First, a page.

Doomsday stockpiling of bathroom tissue, bottled water and every cleaning product ever invented this past spring is pushing sales for consumer packaged goods (CPG) brands to lofty highs. It’s part of a growing set of economic indicators that the COVID-19 episode is a double-edged sword that is either making or breaking companies as it progresses.
Consider Procter & Gamble’s (P&G) latest quarterly earnings. P&G reported on Thursday (July 30) that net sales for its fiscal fourth quarter reached $17.7 billion, up 4 percent year over year. That’s P&G’s biggest yearly gain since 2006, which few analysts saw coming.
“The volume increase was driven by strong innovation programs and increased consumer demand for household cleaning, personal health and cleansing products, particularly in North America and China, related to the COVID-19 pandemic,” P&G said. “These increases were partially offset by volume decreases in other regions and certain categories primarily due to the disruption of consumer access to retail markets caused by the pandemic.”
Showing solid single-digit gains in most categories, P&G’s Fabric & Home Care segment scored a 14 percent organic sales increase, with the statement noting, “Home Care organic sales increased more than 30% driven by the increased consumer demand for home cleaning and dish washing products, innovation, positive product and geographic mix and higher net pricing due mainly to reduced promotional activity.”
“We are prioritizing employee health and safety, maximizing availability of P&G products, which play an essential role in meeting the daily health, hygiene and cleaning needs of consumers around the world, and helping society meet the challenges of the COVID crisis,” said P&G Chairman, President and CEO David Taylor.
Food And Home Brands Well-Nourished In Q2
It’s a similar story at the Kraft Heinz Company, whose earnings report Thursday “reflected solid net sales growth of 3.8 percent and organic net sales growth of 7.4 percent vs. the year-ago period due to strong retail performance across all business segments,” Kraft Heinz said.
All told, the company reported net sales of $6.6 billion for the period.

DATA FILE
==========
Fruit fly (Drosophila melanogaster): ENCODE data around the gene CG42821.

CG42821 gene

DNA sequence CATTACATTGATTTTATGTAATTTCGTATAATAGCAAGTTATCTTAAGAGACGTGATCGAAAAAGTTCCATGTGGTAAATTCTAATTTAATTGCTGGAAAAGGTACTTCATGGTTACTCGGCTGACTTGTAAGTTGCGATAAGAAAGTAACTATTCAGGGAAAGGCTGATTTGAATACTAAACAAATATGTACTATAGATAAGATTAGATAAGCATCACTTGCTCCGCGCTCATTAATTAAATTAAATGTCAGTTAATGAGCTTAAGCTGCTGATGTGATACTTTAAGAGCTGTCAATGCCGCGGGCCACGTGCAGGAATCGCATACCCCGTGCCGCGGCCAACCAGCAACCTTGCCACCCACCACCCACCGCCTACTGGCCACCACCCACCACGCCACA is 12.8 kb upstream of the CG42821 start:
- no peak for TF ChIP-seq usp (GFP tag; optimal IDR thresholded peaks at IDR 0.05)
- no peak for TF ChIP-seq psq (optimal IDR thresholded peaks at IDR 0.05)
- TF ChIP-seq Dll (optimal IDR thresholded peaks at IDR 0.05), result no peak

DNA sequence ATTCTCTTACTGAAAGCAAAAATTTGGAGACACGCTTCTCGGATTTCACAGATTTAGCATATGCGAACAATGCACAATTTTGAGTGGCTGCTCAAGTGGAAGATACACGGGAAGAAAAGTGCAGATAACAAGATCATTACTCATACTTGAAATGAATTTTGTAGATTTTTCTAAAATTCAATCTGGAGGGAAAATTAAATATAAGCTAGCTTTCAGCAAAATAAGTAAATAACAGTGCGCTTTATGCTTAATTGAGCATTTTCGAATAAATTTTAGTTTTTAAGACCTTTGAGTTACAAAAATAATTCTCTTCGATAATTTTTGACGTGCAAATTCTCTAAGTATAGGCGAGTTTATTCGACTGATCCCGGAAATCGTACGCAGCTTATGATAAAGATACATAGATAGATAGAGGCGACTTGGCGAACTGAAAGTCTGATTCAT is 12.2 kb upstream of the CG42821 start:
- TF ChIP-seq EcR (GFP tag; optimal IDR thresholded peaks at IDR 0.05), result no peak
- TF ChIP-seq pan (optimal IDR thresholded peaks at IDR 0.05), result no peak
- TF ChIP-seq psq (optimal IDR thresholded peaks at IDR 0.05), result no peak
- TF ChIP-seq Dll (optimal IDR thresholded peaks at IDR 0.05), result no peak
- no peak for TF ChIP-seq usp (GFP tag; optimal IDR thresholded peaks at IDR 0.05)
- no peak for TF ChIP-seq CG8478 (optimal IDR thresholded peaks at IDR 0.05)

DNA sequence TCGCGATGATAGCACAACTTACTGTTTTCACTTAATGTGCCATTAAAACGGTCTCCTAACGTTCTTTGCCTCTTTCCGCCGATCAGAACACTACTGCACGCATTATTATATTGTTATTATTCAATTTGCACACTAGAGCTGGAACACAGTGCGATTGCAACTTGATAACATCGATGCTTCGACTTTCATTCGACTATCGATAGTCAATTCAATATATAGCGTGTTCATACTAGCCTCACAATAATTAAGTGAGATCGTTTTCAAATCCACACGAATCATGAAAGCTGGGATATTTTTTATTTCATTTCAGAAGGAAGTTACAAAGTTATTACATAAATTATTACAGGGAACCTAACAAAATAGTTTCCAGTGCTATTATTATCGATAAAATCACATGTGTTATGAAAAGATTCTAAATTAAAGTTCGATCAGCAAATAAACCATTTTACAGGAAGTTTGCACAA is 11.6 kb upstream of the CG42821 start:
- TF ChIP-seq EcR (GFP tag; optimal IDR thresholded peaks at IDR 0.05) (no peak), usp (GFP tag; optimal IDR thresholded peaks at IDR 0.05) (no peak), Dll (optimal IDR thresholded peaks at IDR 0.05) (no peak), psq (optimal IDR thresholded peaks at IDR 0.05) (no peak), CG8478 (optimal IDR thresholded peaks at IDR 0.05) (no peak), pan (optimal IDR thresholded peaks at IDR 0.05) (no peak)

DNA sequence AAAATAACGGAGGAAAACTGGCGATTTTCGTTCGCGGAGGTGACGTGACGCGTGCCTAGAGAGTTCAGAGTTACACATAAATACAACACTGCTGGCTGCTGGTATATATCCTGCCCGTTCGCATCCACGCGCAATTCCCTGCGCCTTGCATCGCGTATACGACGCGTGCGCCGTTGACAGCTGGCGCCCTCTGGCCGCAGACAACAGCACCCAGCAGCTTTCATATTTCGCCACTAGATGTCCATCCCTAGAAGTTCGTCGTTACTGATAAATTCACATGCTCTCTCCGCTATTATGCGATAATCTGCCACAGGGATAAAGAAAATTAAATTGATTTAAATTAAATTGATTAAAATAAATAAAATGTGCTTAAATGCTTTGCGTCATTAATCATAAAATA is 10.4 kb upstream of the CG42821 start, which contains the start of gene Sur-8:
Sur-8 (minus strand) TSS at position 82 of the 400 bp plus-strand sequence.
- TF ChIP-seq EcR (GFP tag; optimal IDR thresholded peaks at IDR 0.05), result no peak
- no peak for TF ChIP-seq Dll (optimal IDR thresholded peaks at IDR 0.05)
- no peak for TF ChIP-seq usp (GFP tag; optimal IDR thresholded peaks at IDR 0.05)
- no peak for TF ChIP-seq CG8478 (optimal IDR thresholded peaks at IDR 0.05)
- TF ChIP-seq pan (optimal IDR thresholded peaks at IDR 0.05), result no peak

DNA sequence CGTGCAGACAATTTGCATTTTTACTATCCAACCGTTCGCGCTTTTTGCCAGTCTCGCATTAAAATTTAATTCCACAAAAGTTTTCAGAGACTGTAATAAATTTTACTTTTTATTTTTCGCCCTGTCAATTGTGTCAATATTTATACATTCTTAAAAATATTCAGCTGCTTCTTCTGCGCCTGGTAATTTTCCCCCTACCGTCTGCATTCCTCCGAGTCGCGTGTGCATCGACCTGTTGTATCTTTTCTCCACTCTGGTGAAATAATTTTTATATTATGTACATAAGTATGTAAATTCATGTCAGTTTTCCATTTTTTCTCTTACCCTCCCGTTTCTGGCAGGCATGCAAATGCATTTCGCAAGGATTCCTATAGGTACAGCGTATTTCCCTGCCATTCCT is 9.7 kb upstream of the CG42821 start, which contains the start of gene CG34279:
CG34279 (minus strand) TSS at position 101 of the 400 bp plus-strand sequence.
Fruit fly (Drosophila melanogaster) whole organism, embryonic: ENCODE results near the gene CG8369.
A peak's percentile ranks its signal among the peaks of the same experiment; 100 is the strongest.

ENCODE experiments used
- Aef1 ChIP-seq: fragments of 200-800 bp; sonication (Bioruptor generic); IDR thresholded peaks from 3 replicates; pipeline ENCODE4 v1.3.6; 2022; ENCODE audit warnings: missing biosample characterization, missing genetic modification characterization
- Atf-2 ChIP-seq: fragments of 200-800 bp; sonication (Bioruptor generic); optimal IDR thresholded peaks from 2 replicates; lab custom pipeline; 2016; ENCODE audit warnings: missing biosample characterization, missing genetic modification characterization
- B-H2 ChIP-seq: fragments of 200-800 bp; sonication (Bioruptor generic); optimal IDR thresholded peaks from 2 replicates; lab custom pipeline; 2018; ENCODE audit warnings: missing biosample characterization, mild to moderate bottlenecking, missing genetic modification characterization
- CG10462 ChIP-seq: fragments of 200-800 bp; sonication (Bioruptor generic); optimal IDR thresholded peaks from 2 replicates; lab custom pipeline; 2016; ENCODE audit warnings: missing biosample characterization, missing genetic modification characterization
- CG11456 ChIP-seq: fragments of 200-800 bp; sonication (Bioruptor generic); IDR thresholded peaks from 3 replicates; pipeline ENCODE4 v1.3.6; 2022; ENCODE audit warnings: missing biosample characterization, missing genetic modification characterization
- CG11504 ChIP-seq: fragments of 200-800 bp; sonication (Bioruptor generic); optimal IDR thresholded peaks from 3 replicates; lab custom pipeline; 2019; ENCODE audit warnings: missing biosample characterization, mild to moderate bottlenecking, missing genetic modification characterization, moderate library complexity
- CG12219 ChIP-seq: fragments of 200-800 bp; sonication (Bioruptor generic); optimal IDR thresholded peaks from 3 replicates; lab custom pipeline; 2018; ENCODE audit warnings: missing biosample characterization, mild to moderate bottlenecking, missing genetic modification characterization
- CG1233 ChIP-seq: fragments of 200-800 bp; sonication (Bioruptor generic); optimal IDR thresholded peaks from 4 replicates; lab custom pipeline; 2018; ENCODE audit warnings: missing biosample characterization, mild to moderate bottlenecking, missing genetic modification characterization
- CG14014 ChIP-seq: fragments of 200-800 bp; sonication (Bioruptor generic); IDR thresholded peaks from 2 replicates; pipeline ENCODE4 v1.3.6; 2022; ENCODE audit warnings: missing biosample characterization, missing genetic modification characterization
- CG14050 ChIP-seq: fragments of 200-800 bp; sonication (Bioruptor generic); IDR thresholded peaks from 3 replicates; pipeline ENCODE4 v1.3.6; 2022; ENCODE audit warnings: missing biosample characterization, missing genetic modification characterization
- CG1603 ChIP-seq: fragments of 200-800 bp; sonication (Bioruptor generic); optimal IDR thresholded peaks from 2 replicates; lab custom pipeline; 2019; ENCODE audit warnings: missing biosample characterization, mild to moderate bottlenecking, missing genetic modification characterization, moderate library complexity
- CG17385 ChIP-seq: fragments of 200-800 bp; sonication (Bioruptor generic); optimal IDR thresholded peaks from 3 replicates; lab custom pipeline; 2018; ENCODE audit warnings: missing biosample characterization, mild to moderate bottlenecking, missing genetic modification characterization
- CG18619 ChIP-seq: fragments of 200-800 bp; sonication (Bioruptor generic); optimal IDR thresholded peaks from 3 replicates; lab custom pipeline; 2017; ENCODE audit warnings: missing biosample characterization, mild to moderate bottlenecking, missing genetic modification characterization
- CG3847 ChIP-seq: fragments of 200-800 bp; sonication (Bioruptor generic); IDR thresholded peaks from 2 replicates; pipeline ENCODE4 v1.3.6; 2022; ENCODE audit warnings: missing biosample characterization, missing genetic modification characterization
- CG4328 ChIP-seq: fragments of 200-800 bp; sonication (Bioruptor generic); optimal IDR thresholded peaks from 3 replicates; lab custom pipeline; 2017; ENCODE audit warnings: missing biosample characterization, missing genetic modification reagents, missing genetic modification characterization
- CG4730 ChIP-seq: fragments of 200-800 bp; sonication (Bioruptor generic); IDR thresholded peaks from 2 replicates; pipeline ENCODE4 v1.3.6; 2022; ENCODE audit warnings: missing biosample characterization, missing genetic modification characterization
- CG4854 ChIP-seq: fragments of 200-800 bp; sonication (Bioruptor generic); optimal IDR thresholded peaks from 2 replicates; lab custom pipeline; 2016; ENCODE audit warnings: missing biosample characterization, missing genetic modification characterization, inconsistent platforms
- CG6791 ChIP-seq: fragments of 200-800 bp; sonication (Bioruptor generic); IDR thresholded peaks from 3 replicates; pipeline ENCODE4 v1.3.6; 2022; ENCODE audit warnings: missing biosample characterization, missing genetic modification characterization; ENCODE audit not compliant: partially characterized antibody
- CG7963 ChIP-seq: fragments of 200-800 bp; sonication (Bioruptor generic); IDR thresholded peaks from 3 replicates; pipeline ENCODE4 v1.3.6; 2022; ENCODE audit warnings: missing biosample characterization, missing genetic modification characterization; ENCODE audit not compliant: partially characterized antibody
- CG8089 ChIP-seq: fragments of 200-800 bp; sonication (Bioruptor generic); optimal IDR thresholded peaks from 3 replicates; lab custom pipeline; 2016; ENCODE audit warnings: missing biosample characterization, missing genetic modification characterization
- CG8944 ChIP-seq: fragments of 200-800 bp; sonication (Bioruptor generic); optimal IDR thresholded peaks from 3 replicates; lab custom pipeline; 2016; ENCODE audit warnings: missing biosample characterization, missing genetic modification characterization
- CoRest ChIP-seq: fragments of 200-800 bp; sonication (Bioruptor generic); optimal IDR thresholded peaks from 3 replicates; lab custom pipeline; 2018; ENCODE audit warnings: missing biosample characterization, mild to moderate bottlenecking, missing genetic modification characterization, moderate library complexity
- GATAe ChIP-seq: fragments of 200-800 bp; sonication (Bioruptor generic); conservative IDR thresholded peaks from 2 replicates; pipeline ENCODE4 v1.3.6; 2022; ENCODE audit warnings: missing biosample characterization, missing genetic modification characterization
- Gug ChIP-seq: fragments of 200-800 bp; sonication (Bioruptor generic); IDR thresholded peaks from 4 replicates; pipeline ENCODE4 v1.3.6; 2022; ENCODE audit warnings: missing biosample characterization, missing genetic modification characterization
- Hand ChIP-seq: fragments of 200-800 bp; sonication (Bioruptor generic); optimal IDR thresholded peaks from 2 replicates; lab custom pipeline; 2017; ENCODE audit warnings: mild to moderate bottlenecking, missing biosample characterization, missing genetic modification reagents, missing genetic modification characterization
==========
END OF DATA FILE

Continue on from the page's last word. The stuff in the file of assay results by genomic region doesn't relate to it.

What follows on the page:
Meanwhile, at the Kellogg Company, it’s more of the same oddly upbeat post-pandemic news.
“Amidst the COVID-19 crisis, demand for packaged foods for at-home consumption remained elevated for longer than anticipated,” according to Kellogg’s Thursday earnings statement.
Kellogg said that drove higher sales in retail channels and offset a drop in in away-from-home channels. “On an organic basis, which excludes the impact of divestiture and currency, the Company's net sales increased by over 9%,” the company said. Kellogg reported net income of $351 million on revenues of $3.4 billion for the quarter just ended.
CPG vs. DTC With Omnichannel Agility
The big CPG players have made themselves more maneuverable in recent years, giving massive enterprises with logistical challenges the opportunity to pivot based on market conditions.
Kraft Heinz CEO Miguel Patricio said in a statement, “We are now starting to realize the benefits of agility and scale, while implementing changes across the company to further drive agility, both internally and how we go to market. We believe this will be the key to returning the company to sustainable long-term growth and profitability, and we look forward to providing greater details on these initiatives during our investor day in September.”
eCommerce is the prevailing force in retail now, and for CPG firms to build on gains made during the pandemic, there’s still considerable work to be done despite recent advancements.
In a similar way, CPG brands that rely heavily on physical retail for much of their sales must still come about as it pertains to direct-to-consumer (DTC) interlopers and other competitors.
And they’d better believe that new competitors are definitely coming. Soon.
“I think the concept of direct-to-consumer has been overweighed with brands that aren’t doing well right now, and which were focused so much on acquisitions that they didn’t do anything to keep customers,” said Sherene Hilal, senior vice president of marketing for retail technology platform Bluecore, and now heading up a new initiative called the DTC Collective.
“We saw a huge opportunity to build a community, with brands like Nike and Under Armour and other huge, established retailers who have had a DTC methodology for decades, Hilal recently told PYMNTS. “Our belief is that it will be a digital-first world. It will be accelerated by two to three years, which means a 50-50 split in the next 12 to 18 months for a majority of the top retailers.”
Born from Bluecore’s annual meeting which went virtually this year, the topic started around Google saying it will sunset tracking pixels due to privacy concerns. Although that issue was forgotten in the pandemic chaos, “it will ultimately be reconsidered and also supplemented with more events and research from the DTC Collective,” PYMNTS reported.